We’re all going to die. Buddhism suggests that our life’s work is to prepare for death, but for most of us it is the homework we put off until the last minute. A cancer diagnosis is a wake-up call to do that homework.
ESSAY: A WAVE TRYING TO FIND AN OCEAN
Faced with a terminal condition, what solace can surfing really offer?
INTERVIEW: MARK OCCHILUPO
The unbreakable icon.
Underwater, her fins flutter against the current. She is dancing. Over the course of the day, her fingers shrivel and cheeks blaze. Hundreds of frames. Hours of work. And hopefully, at the end, something special.
PORTFOLIO: SARAH LEE
A quiet power.
THROUGH THE PORTHOLE
San Francisco-based artist and seafarer Martin Machado’s salty creations.
The first inkling I had that there was this surfing thing was looking out my living room window on Law Street in Pacific Beach and seeing a woodie full of surfboards stalled in the intersection. All these scruffy-looking guys jumped out and were running around trying to get it push started, like the Keystone Kops interbred with the Katzenjammer Kids.
DIRT, SCRATCHES, FINGERPRINTS, & GRAIN.
Analog surf pics & portraits, 1962-1970.
How Casey and Ryan Higginbotham paddled from Ketchikan to Cabo.
I would often see Brink as I migrated between Terry Martin’s shaping bay and Robin Kegel’s Quonset hut salon. Brink showed me strange and experimental designs, speaking of them with a kind of eloquent fury. He spoke of oxygen molecules, compound curves, Martin Luther, and swing weight.
WHITE CAPS OF THE MIND
Shaper Donald Brink wonders if “magic” equals “frequency.”
THE SURF GODS OF IDAHO
Are backward waves the future of surfing in Middle America?
Magic boards can’t be recreated. Every blank hosts a unique matrix of inner cells. Resins cure at the whims of humidity and heat. Glassers get stoned. The ideal of surfboard symmetry is at best a tolerable guesstimation. Failed perfection as functional art.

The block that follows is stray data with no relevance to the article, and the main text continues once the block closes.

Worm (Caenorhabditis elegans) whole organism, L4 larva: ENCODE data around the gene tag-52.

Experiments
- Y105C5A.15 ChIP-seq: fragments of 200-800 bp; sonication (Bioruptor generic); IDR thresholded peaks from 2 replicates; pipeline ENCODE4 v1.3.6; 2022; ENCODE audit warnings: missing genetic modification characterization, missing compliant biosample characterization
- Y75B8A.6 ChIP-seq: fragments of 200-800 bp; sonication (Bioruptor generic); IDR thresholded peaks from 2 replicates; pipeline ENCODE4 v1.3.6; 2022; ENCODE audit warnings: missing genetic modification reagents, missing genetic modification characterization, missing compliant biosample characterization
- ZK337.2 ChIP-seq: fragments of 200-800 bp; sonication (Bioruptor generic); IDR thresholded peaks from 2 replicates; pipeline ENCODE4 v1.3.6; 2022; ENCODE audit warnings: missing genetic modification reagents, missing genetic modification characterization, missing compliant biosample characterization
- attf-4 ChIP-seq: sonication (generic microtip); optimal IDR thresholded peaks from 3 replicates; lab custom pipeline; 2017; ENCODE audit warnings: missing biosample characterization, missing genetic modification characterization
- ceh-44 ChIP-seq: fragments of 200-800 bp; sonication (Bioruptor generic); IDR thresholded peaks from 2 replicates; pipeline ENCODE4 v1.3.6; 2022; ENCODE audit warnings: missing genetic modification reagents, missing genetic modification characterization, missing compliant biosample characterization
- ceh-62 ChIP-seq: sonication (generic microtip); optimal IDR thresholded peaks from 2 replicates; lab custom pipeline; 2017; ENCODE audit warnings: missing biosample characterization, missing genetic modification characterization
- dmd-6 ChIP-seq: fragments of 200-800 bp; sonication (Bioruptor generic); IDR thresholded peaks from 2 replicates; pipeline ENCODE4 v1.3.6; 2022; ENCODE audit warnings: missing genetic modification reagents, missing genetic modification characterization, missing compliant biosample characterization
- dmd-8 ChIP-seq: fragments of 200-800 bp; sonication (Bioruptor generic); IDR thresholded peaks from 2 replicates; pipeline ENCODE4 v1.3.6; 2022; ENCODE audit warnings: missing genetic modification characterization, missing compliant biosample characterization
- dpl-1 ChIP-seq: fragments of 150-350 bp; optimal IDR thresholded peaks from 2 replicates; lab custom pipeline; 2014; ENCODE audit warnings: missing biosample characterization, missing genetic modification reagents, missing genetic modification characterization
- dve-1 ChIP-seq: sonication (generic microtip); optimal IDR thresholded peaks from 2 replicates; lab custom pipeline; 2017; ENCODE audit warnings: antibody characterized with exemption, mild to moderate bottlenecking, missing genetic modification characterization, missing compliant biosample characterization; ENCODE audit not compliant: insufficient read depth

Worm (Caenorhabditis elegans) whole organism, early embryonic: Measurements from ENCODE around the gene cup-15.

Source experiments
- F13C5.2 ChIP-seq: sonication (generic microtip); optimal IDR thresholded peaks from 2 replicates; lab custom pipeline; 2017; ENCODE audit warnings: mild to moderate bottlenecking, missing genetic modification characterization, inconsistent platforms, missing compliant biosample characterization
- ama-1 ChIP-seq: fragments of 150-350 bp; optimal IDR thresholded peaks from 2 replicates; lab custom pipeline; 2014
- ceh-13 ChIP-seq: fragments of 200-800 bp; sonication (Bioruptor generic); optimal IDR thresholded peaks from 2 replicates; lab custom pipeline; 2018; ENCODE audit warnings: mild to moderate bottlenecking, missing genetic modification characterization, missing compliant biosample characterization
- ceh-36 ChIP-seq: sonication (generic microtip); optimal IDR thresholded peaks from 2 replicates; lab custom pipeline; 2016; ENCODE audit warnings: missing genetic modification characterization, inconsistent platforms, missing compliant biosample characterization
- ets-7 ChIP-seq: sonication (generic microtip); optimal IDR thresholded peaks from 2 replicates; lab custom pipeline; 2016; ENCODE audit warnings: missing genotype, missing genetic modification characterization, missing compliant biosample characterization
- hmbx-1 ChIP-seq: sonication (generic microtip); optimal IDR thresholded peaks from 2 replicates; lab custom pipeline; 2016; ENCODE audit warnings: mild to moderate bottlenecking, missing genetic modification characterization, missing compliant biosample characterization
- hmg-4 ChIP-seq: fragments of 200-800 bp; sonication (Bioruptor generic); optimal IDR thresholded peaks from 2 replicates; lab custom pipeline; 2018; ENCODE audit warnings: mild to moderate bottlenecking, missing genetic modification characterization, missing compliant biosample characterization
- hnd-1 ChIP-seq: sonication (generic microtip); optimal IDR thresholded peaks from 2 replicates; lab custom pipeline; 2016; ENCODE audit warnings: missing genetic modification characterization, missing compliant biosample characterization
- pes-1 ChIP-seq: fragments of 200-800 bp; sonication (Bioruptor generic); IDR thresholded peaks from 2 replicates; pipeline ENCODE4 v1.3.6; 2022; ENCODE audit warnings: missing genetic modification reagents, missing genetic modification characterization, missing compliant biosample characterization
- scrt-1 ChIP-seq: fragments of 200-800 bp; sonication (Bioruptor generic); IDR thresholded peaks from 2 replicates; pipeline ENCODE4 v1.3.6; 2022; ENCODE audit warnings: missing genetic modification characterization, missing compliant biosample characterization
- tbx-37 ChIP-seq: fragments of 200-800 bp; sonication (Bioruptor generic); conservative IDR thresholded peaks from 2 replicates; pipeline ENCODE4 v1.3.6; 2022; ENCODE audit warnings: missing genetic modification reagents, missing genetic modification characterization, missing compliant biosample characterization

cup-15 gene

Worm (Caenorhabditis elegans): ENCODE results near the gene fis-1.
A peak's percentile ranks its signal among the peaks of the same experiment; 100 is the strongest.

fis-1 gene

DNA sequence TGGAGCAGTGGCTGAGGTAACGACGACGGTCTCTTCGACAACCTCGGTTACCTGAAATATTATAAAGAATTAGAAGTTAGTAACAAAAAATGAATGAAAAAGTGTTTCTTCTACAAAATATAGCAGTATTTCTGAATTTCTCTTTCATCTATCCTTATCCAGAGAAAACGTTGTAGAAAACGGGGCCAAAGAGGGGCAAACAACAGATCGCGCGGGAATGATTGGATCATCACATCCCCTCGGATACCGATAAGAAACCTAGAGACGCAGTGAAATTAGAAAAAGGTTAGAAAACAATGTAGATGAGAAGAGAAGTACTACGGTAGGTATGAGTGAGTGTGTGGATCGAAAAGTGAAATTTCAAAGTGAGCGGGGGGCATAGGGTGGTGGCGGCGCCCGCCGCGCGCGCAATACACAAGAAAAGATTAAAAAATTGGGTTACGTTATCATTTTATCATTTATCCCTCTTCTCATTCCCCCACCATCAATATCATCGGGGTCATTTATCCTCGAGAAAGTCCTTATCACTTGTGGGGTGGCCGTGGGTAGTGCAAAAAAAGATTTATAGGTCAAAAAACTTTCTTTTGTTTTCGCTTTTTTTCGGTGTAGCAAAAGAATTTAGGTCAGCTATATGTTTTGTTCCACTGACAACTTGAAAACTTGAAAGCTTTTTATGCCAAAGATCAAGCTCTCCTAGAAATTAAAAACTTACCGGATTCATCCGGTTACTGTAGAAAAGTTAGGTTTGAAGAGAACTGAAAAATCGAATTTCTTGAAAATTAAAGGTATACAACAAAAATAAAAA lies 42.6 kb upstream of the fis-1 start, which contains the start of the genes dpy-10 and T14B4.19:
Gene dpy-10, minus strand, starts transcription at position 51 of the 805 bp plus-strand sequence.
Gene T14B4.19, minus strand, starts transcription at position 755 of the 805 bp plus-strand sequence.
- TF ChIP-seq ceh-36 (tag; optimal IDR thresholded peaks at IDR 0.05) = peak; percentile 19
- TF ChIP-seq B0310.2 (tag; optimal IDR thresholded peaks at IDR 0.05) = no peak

Abstractions in symmetry.
CHASING THE WIND
Julian and Joaquin Azulay battle the elements in the Falkland Islands.
The wave’s lip cracks down on Dunfee’s head. Everything goes black. He’s pulled to the surface by his safety vest and vomits as he comes to consciousness. His trunks have been ripped off his body and are knotted around his leash. He vomits again. Too dizzy and nauseous to get on his board, Dunfee lies on his back and stares up at the sky.
THE EYE OF THE HUNTER
Derek Dunfee’s evolution from big-wave surfing to big-wave photography.
This lurid little Male magazine number from 1967, which opens our back of the book departments, was written by Walter Kaylin under the nom de plume, “Roland Empey.” In their day, titles like Male, True, and Argosy were found in barbershops and barracks, ribald, pre-woke, and too fun to be forgotten.
By dark, crooked characters come out to scare the hell out of newcomers. Some of them are the bare remains of former surfers who once reigned in this outlaw town. Their skinny bodies and decayed faces remind us that the real enemies here are not natural challenges, but cheap drugs.
FIELD REPORT: PASE USTED
A Mexicana writer observes a beach where it’s always warm—with a chance of sketch.
SCREENING ROOM: IN HARM'S WAY
Timeless Areas, Beth O’Rourke’s biopic of Elissa Steamer, is a transcendent portrait of skating, surfing, and sobriety.
Odds and ends made for rapid-fire digestion, featuring artifact’s from LA’s heaviest surf club, a public backhanding for a litany of lineup etiquette offenses, and a leaked government memo regarding “lewd acts” occurring at San Onofre State Beach.
SURFING AROUND: HEAD (HIGH) TRIPS
Ego checks and naval models inform our “How big is it?” calls.